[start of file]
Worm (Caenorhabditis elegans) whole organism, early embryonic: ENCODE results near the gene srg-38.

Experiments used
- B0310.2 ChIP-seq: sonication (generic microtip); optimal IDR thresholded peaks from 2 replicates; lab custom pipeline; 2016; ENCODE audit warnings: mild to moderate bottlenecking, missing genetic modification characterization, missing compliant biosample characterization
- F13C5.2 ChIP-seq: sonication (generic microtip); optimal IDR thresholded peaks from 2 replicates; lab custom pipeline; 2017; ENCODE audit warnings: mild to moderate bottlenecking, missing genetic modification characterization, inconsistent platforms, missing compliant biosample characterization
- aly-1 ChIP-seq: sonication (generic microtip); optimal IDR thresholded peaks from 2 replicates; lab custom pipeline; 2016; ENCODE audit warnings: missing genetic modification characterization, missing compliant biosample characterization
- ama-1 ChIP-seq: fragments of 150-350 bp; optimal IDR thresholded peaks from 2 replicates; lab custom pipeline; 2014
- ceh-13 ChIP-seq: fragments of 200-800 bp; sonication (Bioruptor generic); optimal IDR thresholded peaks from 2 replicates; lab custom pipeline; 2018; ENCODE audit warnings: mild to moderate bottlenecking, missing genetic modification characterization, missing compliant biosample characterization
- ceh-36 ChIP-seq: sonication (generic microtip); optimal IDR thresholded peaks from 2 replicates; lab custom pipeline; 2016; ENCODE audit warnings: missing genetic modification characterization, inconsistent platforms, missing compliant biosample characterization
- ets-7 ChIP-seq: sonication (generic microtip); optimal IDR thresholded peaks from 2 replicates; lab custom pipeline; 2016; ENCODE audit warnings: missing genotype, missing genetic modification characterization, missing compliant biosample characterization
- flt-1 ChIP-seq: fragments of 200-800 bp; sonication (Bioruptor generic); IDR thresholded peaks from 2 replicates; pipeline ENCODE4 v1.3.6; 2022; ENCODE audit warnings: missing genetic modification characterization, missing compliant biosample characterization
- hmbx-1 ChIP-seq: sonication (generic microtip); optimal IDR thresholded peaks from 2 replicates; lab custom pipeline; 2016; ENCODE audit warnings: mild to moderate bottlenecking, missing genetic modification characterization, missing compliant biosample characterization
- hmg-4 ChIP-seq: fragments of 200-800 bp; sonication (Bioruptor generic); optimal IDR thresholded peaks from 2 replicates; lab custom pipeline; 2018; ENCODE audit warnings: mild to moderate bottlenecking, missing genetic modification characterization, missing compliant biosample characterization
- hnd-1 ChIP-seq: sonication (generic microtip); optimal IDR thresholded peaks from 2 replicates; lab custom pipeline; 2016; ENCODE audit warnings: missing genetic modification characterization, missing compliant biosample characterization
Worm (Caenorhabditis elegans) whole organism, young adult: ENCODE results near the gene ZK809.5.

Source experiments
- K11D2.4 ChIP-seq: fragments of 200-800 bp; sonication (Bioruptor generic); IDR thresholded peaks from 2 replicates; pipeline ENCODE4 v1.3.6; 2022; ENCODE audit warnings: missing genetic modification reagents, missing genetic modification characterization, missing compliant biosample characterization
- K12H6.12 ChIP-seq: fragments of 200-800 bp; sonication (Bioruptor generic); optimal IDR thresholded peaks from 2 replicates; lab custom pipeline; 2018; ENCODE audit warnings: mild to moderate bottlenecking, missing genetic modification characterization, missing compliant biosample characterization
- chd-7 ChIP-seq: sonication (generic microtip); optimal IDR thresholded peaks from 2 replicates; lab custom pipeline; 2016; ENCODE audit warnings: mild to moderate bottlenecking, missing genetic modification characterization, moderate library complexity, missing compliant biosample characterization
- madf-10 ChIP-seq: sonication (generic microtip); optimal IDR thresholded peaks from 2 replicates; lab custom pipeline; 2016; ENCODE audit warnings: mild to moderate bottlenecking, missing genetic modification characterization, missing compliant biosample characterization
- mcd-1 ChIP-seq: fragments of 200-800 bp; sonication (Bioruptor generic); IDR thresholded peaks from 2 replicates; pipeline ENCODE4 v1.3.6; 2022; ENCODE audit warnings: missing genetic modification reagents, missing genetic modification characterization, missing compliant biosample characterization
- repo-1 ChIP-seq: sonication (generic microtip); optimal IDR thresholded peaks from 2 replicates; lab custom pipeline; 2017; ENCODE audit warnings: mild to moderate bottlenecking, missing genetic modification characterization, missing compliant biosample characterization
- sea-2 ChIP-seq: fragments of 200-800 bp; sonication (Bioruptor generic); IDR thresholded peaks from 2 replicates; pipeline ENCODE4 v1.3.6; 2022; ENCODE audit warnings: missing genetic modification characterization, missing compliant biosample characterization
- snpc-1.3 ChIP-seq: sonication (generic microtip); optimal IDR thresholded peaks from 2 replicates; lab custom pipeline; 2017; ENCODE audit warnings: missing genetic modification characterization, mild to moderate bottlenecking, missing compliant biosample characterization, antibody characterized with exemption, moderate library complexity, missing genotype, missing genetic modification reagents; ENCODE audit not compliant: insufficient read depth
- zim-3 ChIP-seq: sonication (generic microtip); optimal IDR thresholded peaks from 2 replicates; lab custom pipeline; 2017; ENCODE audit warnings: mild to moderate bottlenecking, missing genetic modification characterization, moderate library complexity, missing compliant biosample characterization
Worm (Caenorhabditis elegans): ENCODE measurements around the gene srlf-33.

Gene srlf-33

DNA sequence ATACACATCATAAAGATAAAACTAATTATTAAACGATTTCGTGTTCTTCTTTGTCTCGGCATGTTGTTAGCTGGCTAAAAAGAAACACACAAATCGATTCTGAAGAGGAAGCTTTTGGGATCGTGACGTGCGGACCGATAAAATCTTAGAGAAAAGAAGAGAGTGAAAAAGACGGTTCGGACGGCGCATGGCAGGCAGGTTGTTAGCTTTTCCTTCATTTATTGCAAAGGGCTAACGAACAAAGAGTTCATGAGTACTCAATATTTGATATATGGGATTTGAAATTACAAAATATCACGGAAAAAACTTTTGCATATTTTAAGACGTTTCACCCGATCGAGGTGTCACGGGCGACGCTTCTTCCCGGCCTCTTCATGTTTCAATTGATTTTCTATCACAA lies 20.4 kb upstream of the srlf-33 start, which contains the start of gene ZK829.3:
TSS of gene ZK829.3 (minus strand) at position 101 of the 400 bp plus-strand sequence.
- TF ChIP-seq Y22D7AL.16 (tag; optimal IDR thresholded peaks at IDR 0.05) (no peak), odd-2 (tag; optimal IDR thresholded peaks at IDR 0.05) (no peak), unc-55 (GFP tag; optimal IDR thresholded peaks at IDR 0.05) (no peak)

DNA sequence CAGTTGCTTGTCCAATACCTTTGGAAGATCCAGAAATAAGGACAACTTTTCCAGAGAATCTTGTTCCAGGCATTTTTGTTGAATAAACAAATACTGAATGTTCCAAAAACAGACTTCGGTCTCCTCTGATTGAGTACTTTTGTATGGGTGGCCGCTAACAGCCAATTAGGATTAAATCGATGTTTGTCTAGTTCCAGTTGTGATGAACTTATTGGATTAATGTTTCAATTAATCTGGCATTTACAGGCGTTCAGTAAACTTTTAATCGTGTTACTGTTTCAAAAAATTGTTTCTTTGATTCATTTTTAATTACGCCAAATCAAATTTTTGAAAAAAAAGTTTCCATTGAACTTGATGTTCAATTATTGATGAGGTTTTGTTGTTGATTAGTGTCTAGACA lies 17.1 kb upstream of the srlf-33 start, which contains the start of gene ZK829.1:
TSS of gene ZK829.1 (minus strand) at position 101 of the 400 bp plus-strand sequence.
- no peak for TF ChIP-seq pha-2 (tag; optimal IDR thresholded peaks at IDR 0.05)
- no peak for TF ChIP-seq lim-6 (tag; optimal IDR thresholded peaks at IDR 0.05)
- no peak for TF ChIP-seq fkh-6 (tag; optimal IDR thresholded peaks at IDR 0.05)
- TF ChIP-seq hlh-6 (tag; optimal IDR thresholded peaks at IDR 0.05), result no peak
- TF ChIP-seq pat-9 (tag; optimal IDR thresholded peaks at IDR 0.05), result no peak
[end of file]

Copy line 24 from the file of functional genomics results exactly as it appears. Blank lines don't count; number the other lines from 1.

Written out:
- zim-3 ChIP-seq: sonication (generic microtip); optimal IDR thresholded peaks from 2 replicates; lab custom pipeline; 2017; ENCODE audit warnings: mild to moderate bottlenecking, missing genetic modification characterization, moderate library complexity, missing compliant biosample characterization